The new iPhone 6 is big. The new iPhone 6 Plus is very big.
Most long time iPhone fans would easily agree with both of those statements. However, after both of those you could easily say “for Apple”. Reason being (and as many Android aficionados will point out), numerous other popular mobile devices have had screen this big or bigger for quite some time. It is a point of derision which is currently making the rounds from Android-focused companies, on social channels and TV ads.
So really, that “for Apple” becomes very important. It’s because of Apple’s previous reticence to produce a big-screened device that the new 4.7” iPhone 6 and 5.5” iPhone 6 Plus screens are such a big deal. So what has happened? Did Apple finally cave to pressures from a market demanding massive phones?
It is certainly possible. That being said, Apple fans have long been comfortable with the idea that their phones are smaller than Android and some Windows phones. Some are even outright opposed to the new models (the 6 Plus in particular) due to their increased size. Regardless, I imagine that Apple fans would’ve been waiting in line to procure the latest device in droves last Friday even without the bigger screens.
This is just a guess, but it seems that what Apple is really trying to do is reinstate the iPhone as a content consumption device. Prior to this latest release, the iPhone had been creeping closer and closer back towards the “old” paradigm of a communication-focused device, whereas iPad was the premier content-focused device.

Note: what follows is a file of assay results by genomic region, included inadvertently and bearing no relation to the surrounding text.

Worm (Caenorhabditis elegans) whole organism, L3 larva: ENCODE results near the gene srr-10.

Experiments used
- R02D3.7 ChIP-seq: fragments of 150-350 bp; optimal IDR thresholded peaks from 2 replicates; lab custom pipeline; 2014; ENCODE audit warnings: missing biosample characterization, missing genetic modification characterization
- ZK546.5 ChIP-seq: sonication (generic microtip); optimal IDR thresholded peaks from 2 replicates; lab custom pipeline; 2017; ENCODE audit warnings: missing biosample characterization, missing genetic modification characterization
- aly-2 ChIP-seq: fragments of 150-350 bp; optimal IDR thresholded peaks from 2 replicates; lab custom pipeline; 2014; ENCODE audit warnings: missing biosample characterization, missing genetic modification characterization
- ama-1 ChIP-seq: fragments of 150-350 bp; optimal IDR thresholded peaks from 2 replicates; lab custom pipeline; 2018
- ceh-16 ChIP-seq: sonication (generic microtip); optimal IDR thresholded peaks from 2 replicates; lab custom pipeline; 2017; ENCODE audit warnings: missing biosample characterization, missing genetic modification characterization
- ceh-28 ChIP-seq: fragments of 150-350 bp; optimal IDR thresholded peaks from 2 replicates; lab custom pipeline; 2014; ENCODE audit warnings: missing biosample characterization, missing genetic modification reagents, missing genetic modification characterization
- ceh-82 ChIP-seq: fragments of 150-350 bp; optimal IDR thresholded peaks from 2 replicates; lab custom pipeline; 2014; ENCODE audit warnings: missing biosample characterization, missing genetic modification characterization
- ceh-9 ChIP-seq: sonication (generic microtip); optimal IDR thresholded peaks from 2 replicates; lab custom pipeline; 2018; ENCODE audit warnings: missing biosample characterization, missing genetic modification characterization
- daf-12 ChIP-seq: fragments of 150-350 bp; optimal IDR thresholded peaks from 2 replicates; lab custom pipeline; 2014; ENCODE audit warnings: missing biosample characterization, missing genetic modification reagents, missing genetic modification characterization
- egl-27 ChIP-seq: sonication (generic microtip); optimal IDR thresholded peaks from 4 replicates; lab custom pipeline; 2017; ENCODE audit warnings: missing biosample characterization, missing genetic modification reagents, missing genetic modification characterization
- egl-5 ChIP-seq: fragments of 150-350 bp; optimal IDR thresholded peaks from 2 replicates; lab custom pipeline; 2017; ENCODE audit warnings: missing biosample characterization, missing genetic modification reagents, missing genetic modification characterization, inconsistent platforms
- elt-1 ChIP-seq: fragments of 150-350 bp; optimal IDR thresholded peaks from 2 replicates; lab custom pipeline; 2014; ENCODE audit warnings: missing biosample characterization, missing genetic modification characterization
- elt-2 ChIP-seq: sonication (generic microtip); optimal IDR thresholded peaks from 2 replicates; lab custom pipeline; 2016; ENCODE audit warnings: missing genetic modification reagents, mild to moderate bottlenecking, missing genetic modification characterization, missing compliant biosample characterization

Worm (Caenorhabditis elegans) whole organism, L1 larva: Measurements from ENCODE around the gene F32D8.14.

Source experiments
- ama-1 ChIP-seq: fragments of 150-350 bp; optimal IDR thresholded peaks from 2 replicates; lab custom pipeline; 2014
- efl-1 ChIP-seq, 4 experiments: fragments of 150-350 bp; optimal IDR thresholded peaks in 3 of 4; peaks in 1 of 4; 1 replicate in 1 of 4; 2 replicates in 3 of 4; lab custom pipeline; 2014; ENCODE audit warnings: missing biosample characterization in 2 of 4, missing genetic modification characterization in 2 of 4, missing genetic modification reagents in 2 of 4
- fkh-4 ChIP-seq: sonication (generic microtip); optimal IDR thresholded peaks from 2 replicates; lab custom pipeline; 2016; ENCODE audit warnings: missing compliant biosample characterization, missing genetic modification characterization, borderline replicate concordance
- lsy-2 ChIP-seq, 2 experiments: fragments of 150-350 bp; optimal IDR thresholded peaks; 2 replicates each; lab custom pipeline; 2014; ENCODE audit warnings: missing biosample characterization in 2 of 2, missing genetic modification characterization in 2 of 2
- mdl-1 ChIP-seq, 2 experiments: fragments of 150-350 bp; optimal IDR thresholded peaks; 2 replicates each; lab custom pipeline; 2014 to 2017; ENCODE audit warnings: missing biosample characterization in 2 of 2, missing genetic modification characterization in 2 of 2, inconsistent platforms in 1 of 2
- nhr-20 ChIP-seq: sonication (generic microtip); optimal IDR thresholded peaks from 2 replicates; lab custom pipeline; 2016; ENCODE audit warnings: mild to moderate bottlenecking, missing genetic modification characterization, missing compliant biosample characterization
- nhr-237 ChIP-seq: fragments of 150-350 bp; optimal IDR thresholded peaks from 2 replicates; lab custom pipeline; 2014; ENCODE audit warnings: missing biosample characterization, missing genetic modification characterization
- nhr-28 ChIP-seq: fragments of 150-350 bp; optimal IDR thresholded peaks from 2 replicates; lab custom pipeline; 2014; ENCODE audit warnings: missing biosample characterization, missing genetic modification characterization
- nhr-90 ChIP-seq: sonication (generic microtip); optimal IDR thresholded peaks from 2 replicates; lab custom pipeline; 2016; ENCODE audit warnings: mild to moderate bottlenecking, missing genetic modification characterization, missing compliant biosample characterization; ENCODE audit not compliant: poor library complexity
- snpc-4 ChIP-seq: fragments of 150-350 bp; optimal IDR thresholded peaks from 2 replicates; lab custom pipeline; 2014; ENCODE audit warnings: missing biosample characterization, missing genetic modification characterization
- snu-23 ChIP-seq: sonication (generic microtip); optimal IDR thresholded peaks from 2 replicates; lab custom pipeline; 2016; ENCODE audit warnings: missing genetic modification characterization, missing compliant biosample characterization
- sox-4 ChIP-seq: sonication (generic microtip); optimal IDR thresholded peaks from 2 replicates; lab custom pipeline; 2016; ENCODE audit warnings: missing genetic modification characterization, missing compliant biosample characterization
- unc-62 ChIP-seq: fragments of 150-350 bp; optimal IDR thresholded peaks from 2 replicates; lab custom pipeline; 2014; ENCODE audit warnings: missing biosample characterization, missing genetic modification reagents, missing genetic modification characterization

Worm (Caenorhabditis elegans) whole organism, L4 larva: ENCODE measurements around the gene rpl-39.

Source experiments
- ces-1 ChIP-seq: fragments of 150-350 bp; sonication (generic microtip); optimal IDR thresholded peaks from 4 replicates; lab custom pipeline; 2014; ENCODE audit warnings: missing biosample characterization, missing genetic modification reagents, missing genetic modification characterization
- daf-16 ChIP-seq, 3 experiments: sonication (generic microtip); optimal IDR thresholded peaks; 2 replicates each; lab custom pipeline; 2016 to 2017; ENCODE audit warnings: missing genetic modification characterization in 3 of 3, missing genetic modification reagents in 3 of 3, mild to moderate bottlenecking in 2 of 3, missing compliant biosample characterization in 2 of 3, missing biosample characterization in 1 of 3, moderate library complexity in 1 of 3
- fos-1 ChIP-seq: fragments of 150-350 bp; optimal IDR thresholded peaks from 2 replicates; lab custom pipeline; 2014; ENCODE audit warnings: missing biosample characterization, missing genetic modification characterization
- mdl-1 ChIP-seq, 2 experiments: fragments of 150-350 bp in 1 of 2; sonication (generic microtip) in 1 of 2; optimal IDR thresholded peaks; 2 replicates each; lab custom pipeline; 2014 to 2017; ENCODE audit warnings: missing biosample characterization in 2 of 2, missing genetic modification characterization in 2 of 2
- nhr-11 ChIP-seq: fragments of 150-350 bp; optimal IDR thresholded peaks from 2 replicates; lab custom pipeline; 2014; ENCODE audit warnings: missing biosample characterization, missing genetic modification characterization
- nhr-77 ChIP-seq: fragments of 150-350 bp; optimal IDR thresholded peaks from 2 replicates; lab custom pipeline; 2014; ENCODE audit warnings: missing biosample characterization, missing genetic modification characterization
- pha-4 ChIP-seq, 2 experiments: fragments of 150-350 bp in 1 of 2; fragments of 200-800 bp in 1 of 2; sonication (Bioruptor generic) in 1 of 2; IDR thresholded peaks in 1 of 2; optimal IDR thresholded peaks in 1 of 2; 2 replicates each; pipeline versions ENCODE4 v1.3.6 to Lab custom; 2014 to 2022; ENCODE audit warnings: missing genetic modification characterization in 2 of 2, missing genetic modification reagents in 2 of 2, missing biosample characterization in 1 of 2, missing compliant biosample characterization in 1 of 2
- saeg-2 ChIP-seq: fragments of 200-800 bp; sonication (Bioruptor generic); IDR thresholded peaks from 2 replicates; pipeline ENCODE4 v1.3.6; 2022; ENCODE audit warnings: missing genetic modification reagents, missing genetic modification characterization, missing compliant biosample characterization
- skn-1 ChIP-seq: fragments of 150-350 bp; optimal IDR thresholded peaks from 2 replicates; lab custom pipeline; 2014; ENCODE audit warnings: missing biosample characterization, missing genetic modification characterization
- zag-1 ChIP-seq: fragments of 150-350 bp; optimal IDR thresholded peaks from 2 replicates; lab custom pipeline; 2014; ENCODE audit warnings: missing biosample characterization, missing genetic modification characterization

With gaming and in-app purchases becoming of greater importance, bigger screens are becoming a necessity if you want to increase the ease of adoption outside of a few categories. Right now of the top paid apps on the app store, 50% are games. They are a goldmine for Apple and developers, and they offer the greatest opportunity for recurring revenue. Tim Cook did not let a guy in a scarf play a video game for three minutes during the keynote for no reason.
What does this mean for app developers and for small business owners designing their apps? Content has taken even more of a central focus, and the disparity between good and bad content will be greater than ever. While there are still mobile guidelines that content creators should keep in mind, it is now much easier for iOS users to engage with content. People can feel comfortable that users on iOS devices aren’t struggling to see their content or read more than a few sentences.
Now the flagship devices for both iOS and Android are big. App creators should use that to their advantage.